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A DAILY TELEGRAPH BOOK OF THE YEAR.
'A compelling, authoritative insight into possibly the most controversial death in Britain this century' Observer.
'Masterful ... This book made me proud of my trade as a journalist' Daily Mail.
'This searing excavation of the mysterious death of Dr David Kelly is investigative journalism at its best. It is brave, relentless, dazzlingly revealing' Peter Oborne.
In March 2003 British forces invaded Iraq after Tony Blair said the country could deploy weapons of mass destruction at 45 minutes' notice. A few months later, government scientist Dr David Kelly was unmasked by Blair's officials as the assumed source of a BBC news report challenging this claim. Within days, Dr Kelly was found dead in a wood near his home. Blair immediately convened the controversial Hutton Inquiry, which concluded Dr Kelly committed suicide.
Yet key questions remain: could Dr Kelly really have taken his life in the manner declared? And why did Blair's government derail the coroner's inquest into Dr Kelly's death? In this meticulous account, award-winning journalist Miles Goslett shows why we should be sceptical of the official story of what happened in that desperate summer of 2003.
On April 30, 1975, for twenty-four straight harrowing hours, a
small band of U.S. Marines exhibited exceptional bravery to
evacuate thousands from Saigon as North Vietnamese forces surged
toward the city. Based on a wealth of recently declassified
documents and in-depth, firsthand accounts, "Last Men Out" is the
pulse-pounding story of that day, told primarily through the
courageous actions of the eleven men who were the last to be flown
off the U.S. embassy roof, rescued from certain death just moments
before capture. Among them: Marine Captain Gerry Berry, who piloted
his helicopter for eighteen hours straight and had to forcibly
carry off the American ambassador, and General Richard Carey, who
insisted that he would arrest any officer who ordered choppers
grounded while there were still Marines in Saigon.
Tony Blair's decision to back George W. Bush in his attack on Iraq will go down as a defining moment for Britain. First as Ambassador to the UN, and then as Special Envoy for Iraq, the UK's highest authority on the ground, Sir Jeremy Greenstock was centre stage in the tumultuous days leading up to the Iraq war and witnessed first-hand its tremendous impact. This extraordinary book is a record of what he saw. Greenstock writes openly about US-UK relations, taking his readers behind closed doors and revealing the actions of key players in New York, Washington, London, Paris and the Middle East. To what extent was the Bush administration determined to attack Iraq come what may? What promise did Blair extract in exchange for backing Bush? Was the war legal? What effect is it continuing to have on Britain's long-term relations with America and Europe? Held back from publication when originally written in 2005, and now revised with a new foreword and epilogue following the publication of the Chilcot Report, Iraq: The Cost of War is a groundbreaking blow-by-blow account of one of the most pivotal and controversial conflicts in recent world history.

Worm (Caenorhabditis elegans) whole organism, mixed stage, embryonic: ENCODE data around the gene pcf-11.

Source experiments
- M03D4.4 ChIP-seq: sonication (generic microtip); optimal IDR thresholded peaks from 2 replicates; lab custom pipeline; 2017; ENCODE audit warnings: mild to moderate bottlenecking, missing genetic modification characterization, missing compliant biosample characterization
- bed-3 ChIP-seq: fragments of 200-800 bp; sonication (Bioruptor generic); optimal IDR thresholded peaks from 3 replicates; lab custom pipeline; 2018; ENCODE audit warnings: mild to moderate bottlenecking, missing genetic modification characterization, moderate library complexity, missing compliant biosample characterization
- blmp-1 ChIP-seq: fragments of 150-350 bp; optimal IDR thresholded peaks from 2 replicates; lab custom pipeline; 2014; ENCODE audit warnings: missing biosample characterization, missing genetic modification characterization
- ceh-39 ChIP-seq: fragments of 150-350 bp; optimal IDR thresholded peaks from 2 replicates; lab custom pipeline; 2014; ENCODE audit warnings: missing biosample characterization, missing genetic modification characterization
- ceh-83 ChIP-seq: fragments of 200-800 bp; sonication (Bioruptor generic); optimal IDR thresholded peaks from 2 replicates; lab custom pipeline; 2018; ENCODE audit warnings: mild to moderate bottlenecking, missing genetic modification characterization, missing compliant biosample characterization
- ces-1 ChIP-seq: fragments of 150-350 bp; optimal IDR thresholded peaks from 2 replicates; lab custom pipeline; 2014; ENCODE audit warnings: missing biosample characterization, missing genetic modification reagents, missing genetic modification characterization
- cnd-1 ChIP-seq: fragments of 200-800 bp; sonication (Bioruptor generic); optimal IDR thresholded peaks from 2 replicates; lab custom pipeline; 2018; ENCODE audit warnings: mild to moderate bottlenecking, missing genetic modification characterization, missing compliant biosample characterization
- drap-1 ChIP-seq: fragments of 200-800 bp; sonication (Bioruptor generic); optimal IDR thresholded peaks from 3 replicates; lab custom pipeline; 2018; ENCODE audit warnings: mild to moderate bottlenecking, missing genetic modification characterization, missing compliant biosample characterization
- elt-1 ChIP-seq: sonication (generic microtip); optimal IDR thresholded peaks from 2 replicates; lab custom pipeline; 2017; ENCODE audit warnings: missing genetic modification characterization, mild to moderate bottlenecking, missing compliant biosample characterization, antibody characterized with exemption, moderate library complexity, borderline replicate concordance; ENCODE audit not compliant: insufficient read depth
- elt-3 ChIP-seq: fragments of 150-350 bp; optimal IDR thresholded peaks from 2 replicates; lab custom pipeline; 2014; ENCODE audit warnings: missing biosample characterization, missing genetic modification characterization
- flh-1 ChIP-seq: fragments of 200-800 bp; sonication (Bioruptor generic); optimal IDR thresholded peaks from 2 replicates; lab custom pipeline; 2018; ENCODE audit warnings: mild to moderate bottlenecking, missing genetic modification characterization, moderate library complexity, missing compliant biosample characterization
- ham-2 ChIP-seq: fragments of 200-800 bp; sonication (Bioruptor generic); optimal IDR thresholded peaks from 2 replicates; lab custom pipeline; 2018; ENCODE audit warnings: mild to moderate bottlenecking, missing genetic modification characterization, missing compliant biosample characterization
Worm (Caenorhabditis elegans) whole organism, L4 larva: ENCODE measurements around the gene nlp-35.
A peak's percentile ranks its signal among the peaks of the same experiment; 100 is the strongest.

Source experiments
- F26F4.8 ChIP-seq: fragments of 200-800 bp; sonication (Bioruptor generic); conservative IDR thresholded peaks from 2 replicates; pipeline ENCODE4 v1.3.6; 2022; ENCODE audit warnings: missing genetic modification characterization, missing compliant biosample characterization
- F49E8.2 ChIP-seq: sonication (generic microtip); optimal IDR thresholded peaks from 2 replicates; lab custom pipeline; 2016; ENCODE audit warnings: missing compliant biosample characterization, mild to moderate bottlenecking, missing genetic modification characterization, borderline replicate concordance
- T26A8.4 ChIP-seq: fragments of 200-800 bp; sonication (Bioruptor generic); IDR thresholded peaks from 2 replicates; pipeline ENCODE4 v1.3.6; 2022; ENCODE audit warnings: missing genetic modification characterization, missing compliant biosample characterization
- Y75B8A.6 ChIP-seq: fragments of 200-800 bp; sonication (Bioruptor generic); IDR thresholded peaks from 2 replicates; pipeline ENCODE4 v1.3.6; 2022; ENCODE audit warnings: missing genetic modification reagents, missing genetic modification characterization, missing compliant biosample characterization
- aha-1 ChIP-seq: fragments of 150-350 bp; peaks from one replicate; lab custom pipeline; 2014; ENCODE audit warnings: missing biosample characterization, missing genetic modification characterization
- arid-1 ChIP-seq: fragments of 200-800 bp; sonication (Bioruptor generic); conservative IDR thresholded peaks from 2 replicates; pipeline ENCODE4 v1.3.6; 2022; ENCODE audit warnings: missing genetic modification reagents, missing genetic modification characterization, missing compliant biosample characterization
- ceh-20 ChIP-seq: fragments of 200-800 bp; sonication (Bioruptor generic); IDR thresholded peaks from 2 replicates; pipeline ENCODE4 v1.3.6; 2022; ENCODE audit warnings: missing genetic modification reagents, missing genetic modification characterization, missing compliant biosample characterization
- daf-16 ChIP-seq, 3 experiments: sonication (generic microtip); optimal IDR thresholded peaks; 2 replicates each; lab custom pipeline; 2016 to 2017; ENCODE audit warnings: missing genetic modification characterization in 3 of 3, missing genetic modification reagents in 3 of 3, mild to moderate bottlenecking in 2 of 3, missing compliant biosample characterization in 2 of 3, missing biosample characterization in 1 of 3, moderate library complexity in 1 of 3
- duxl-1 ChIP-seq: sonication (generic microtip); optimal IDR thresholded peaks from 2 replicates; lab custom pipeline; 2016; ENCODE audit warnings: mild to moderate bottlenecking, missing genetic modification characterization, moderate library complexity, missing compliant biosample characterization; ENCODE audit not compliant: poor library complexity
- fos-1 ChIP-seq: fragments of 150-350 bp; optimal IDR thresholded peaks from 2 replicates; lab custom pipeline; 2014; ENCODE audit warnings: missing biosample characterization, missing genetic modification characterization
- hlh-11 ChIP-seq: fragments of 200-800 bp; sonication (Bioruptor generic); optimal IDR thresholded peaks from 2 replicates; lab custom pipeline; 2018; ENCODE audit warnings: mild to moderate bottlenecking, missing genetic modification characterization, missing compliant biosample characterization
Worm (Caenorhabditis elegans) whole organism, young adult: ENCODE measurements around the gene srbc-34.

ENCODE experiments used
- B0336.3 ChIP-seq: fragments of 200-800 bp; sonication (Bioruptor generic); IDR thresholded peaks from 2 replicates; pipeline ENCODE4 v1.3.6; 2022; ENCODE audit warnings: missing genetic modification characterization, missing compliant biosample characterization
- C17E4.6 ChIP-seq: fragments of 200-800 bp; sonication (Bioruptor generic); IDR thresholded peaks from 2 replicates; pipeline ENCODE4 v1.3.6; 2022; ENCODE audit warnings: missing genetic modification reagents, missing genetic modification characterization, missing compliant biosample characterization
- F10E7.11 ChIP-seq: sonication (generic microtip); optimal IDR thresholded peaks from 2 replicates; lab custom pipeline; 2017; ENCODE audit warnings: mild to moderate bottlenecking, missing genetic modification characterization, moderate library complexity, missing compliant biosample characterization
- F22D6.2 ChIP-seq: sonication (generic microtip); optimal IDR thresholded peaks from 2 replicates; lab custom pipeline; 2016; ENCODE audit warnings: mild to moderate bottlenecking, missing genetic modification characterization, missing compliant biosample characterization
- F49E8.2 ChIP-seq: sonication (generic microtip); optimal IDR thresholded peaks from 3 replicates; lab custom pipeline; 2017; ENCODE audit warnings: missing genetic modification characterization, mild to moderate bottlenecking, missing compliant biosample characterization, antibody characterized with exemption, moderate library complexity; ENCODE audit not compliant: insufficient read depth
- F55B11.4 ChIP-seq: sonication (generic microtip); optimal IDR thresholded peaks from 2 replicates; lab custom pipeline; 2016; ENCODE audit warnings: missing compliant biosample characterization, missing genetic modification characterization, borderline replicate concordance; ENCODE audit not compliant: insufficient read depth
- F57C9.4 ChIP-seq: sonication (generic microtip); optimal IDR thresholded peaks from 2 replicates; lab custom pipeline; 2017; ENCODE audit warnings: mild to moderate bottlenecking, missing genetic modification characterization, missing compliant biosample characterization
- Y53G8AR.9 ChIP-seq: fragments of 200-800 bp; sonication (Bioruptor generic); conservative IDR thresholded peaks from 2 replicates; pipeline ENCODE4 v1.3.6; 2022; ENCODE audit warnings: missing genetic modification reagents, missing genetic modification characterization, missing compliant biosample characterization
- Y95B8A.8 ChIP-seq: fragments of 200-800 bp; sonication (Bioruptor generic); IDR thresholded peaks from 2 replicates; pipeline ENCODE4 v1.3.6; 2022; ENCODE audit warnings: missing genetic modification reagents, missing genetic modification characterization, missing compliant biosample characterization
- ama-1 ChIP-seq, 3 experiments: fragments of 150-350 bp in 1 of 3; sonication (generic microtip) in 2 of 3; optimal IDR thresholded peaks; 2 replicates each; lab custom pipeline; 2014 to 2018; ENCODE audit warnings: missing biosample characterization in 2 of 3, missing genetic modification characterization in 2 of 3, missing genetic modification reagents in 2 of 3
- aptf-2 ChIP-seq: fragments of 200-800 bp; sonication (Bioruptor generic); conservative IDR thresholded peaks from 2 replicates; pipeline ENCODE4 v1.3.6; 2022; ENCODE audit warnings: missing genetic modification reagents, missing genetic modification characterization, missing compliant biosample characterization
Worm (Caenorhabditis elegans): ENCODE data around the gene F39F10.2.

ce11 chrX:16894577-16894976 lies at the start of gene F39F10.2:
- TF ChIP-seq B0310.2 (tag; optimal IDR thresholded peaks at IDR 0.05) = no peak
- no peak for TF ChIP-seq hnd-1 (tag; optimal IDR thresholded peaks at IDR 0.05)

The never-before-told story of one of the most decorated units in the war in Afghanistan and its fifteen-month ordeal that culminated in the 2008 Battle of Wanat, the war's deadliest A single company of US paratroopers--calling themselves the "Chosen Few"--arrived in eastern Afghanistan in late 2007 hoping to win the hearts and minds of the remote mountain people and extend the Afghan government's reach into this wilderness. Instead, they spent the next fifteen months in a desperate struggle, living under almost continuous attack, forced into a slow and grinding withdrawal, and always outnumbered by Taliban fighters descending on them from all sides. Month after month, rocket-propelled grenades, rockets, and machine-gun fire poured down on the isolated and exposed paratroopers as America's focus and military resources shifted to Iraq. Just weeks before the paratroopers were to go home, they faced their last--and toughest--fight. Near the village of Wanat in Nuristan province, an estimated three hundred enemy fighters surrounded about fifty of the Chosen Few and others defending a partially finished combat base. Nine died and more than two dozen were wounded that day in July 2008, making it arguably the bloodiest battle of the war in Afghanistan. The Chosen Few would return home tempered by war. Two among them would receive the Medal of Honor. All of them would be forever changed.
Following the Text Offensive, a shift in U.S. naval strategy in 1967-1968 saw young men fresh out of high school policing the canals and tributaries of South Vietnam aboard PBRs (patrol boat, riverine)--unarmored yet heavily armed and highly maneuverable vessels designed to operate in shallow, weedy waterways. This memoir recounts the experiences of the author and his shipmates as they cruised the Viet Cong-occupied backwaters of the Mekong Delta, and their emotional metamorphosis as wartime events shaped the men they would be for the remainder of their lives.